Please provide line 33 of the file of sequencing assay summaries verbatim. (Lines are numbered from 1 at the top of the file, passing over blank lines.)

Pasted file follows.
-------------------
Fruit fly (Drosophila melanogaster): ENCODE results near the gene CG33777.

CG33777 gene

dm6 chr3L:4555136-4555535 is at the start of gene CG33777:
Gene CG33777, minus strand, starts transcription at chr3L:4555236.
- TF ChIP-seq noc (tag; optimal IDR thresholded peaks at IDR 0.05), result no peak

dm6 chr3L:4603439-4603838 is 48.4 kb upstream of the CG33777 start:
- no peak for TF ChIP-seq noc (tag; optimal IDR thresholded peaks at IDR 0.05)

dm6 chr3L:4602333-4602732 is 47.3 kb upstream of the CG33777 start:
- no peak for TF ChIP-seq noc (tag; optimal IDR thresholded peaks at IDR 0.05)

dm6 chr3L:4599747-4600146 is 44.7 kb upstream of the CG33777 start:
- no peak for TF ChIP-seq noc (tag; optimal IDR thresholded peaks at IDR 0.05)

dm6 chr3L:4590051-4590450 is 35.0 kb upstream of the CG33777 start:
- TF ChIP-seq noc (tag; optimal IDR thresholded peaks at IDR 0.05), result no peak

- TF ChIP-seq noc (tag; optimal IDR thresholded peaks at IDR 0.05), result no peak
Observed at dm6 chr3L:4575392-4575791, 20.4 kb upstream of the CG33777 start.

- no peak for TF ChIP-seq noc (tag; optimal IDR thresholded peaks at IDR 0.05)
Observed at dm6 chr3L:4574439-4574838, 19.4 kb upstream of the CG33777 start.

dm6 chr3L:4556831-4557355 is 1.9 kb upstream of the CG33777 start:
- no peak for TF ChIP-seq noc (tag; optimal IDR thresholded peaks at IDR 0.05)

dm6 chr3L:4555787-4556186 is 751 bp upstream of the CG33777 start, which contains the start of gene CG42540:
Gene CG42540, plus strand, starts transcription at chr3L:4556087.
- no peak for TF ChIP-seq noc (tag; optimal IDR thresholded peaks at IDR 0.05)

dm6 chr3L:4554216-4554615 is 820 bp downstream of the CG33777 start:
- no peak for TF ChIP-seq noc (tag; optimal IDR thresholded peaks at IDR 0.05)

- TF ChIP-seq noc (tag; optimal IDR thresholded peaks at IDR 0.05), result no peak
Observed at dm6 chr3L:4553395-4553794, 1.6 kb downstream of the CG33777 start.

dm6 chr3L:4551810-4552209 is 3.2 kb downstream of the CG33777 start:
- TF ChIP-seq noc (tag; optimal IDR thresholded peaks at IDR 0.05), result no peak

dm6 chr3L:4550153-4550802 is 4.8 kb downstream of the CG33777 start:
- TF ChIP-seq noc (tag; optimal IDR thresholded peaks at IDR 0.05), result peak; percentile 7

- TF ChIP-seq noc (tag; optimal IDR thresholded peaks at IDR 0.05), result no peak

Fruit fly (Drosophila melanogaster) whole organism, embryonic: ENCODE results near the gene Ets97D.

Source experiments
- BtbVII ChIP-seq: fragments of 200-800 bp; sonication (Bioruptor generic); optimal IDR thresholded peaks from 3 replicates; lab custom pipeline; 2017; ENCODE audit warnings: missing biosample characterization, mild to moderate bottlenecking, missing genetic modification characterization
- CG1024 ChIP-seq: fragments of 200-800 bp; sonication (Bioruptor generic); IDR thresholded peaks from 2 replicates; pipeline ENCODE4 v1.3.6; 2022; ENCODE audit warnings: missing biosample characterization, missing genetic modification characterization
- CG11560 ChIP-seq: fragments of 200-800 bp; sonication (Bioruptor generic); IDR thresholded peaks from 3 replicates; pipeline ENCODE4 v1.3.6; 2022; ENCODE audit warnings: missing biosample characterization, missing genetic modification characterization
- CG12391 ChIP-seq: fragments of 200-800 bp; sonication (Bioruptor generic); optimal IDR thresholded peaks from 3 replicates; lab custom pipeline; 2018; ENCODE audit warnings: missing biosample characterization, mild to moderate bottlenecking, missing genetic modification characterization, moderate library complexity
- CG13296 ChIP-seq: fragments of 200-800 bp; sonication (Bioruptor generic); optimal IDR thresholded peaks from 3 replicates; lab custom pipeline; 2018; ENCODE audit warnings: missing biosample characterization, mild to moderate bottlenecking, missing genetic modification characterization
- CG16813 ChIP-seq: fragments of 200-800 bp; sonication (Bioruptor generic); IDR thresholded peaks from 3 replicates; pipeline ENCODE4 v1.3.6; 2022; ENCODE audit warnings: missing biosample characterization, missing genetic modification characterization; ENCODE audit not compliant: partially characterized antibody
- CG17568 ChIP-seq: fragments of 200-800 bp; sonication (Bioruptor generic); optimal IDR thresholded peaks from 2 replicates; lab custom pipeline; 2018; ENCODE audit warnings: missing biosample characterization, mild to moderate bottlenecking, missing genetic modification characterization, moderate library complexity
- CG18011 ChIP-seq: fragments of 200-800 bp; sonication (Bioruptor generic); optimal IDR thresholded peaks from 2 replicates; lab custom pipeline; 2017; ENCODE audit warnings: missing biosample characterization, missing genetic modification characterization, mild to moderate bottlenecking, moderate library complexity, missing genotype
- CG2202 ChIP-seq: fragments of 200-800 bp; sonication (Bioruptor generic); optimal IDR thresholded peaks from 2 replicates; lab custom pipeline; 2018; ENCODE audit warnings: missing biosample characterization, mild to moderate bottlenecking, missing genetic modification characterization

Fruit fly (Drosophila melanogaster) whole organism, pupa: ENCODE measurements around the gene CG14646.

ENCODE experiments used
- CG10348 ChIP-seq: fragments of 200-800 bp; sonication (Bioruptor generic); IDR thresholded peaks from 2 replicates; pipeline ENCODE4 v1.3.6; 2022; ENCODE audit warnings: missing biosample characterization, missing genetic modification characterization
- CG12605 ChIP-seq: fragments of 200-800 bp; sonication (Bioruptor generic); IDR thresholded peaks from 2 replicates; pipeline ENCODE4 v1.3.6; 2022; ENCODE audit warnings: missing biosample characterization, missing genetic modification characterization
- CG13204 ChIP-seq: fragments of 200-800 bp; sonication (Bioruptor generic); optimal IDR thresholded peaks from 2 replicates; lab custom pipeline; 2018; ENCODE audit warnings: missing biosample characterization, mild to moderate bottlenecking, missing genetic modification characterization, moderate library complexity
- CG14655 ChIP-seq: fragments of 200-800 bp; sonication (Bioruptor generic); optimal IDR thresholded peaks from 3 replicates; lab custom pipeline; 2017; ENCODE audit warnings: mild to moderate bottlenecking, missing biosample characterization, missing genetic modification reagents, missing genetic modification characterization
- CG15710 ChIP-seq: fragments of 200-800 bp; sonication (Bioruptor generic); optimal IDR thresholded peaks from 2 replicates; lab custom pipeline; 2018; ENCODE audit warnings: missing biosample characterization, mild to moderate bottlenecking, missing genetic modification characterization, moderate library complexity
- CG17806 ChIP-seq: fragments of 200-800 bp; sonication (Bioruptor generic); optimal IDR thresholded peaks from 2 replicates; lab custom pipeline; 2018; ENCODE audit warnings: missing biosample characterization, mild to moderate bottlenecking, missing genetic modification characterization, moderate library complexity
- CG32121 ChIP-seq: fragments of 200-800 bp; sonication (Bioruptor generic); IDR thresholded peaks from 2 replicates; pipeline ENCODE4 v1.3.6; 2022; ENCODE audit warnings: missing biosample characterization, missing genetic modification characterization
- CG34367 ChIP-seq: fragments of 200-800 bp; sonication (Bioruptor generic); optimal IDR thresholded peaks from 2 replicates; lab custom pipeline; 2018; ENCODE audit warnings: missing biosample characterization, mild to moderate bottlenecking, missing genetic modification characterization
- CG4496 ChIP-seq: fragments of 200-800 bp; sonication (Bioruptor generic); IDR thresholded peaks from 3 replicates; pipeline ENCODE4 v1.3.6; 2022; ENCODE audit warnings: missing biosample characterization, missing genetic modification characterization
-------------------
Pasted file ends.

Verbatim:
Source experiments